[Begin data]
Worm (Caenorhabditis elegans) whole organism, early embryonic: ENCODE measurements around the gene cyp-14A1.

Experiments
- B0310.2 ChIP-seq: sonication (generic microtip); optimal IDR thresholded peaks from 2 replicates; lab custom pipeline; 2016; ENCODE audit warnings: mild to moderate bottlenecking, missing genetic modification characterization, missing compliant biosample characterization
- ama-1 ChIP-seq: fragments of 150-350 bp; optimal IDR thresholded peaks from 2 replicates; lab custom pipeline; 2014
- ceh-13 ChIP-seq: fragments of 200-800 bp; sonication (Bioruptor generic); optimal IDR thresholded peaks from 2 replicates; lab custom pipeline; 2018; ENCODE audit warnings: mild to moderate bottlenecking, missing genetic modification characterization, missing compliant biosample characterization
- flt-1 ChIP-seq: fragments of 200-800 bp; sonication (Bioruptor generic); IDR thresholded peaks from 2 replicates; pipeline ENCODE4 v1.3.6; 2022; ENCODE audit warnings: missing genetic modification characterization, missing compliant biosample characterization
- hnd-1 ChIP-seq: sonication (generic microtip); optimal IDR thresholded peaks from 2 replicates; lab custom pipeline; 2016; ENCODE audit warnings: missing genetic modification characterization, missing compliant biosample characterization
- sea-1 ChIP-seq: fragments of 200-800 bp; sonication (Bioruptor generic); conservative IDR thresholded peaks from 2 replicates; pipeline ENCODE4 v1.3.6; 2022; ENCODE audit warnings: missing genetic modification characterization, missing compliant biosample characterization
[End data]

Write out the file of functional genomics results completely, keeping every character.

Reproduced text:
Worm (Caenorhabditis elegans) whole organism, early embryonic: ENCODE measurements around the gene cyp-14A1.

Experiments
- B0310.2 ChIP-seq: sonication (generic microtip); optimal IDR thresholded peaks from 2 replicates; lab custom pipeline; 2016; ENCODE audit warnings: mild to moderate bottlenecking, missing genetic modification characterization, missing compliant biosample characterization
- ama-1 ChIP-seq: fragments of 150-350 bp; optimal IDR thresholded peaks from 2 replicates; lab custom pipeline; 2014
- ceh-13 ChIP-seq: fragments of 200-800 bp; sonication (Bioruptor generic); optimal IDR thresholded peaks from 2 replicates; lab custom pipeline; 2018; ENCODE audit warnings: mild to moderate bottlenecking, missing genetic modification characterization, missing compliant biosample characterization
- flt-1 ChIP-seq: fragments of 200-800 bp; sonication (Bioruptor generic); IDR thresholded peaks from 2 replicates; pipeline ENCODE4 v1.3.6; 2022; ENCODE audit warnings: missing genetic modification characterization, missing compliant biosample characterization
- hnd-1 ChIP-seq: sonication (generic microtip); optimal IDR thresholded peaks from 2 replicates; lab custom pipeline; 2016; ENCODE audit warnings: missing genetic modification characterization, missing compliant biosample characterization
- sea-1 ChIP-seq: fragments of 200-800 bp; sonication (Bioruptor generic); conservative IDR thresholded peaks from 2 replicates; pipeline ENCODE4 v1.3.6; 2022; ENCODE audit warnings: missing genetic modification characterization, missing compliant biosample characterization